04-29-2007, 09:50 AM
Someone has a pic of a monstrosity that looks more like ponied engines in a tractor pull rig. Maybe they'll find it and post it.

I think you were talking about this one

Remote Pigtails
04-29-2007, 09:54 AM
I think you mare talking about this one

Unbelievable. A DIYer would walk into a supply house with that monstrosity and say "I need one of these".

DanaMac
04-29-2007, 10:01 AM
Unbelievable. A DIYer would walk into a supply house with that monstrosity and say "I need one of these".

I call it the James Bond Backpack Jet Propulsion Manifold. Pretty sweet huh?

Remote Pigtails
04-29-2007, 10:09 AM
I call it the James Bond Backpack Jet Propulsion Manifold. Pretty sweet huh?

I bet if he went to HD with that thing they would try to order one for him at the special order desk.:laugh:

Remote Pigtails
04-29-2007, 10:10 AM
Any chance you'll put that thing on EBAY?

Remote Pigtails
04-29-2007, 10:13 AM
How about this one?

On that one it looks like they set the clock under the over hang. Please tell me that isn't true?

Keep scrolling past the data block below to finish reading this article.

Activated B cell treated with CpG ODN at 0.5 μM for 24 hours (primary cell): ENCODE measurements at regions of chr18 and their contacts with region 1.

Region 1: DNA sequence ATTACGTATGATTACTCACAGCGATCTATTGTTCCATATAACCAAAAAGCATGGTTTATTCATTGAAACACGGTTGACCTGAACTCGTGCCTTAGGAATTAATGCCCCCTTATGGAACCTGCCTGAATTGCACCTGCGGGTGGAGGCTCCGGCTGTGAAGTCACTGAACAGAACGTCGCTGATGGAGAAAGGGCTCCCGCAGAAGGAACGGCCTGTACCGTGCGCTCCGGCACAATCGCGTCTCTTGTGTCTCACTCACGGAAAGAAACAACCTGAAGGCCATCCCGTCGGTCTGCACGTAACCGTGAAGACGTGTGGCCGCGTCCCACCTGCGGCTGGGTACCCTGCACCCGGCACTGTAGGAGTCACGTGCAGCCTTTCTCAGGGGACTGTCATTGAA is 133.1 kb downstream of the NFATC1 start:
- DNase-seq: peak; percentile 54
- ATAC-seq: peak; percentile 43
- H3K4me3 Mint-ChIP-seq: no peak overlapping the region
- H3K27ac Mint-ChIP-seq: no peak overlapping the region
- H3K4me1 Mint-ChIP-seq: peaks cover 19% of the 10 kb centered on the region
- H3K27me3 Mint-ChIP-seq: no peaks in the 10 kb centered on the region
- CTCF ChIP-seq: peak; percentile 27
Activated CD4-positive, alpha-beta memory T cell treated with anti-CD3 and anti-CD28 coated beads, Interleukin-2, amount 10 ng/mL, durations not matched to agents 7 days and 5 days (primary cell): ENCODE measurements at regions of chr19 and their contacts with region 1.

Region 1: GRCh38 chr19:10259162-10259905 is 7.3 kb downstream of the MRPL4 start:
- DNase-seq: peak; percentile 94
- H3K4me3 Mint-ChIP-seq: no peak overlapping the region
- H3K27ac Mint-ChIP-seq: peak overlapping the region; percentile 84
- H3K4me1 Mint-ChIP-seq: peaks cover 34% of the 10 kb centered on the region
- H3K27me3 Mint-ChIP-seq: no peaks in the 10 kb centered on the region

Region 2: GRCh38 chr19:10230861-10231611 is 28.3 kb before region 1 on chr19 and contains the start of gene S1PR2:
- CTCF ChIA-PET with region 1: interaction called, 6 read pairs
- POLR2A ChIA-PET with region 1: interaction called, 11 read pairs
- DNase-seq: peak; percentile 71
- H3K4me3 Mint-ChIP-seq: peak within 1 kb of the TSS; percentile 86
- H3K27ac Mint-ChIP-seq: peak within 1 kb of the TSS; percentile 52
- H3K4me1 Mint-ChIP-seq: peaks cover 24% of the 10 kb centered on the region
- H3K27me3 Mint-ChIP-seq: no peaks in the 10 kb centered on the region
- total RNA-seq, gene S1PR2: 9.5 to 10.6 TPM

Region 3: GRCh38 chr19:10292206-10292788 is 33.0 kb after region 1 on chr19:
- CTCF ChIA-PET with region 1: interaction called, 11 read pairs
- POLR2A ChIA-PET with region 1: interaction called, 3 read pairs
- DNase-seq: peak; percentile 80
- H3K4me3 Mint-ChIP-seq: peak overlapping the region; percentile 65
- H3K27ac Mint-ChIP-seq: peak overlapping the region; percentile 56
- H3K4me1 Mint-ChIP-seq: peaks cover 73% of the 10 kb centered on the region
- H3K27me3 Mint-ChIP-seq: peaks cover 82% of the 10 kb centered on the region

DanaMac
04-29-2007, 10:13 AM
Any chance you'll put that thing on EBAY?

Not one that I have. My supplier has it sitting in the back. I still have to go look at it every few weeks.

DanaMac
04-29-2007, 10:14 AM
No, not the controller. Not sure what it is right now.

Remote Pigtails
04-29-2007, 10:16 AM
Not one that I have. My supplier has it sitting in the back. I still have to go look at it every few weeks.

There is a dog park I go to every year for a couple of days when i drive to Montana. (Chatfield State Park) I may email you for info so I can touch this thing.

PurpHaze
04-29-2007, 12:34 PM
I think you were talking about this one

That's the one Dana. Thanks. It's my favorite alltime SNAFU manifold. :)

PurpHaze
04-29-2007, 12:38 PM
The box under the eve looks like a CATV or telephone junction box.

Dirty Water
04-29-2007, 01:00 PM
I think its a LV lighting transformer.

PurpHaze
04-29-2007, 01:06 PM
Could be. I blew the pic up and it's still hard to tell exactly what it is.

j_nolesfan
04-30-2007, 04:28 PM
Alright, y'all don't laugh too hard. Remember, this is my first manifold or valve box. The pipe that's connected at the exit of the box is just for illustration purposes. I ended up hooking a 1.5" reducer over a 1" pipe at the exit of the valve. When the valve closes on one of my zones (the only functional one so far), I can hear the shockwave bounce through the pipe once or twice but it doesn't seem at all violent, almost like I bumped it with a screwdriver just hard enough to make an audible sound. I don't suppose that qualifies as water hammer, does it? I just want to be sure.


Here's the pic:
http://farm1.static.flickr.com/214/478791382_36405ce711.jpg

Cheers,
Jeff

j_nolesfan
04-30-2007, 04:30 PM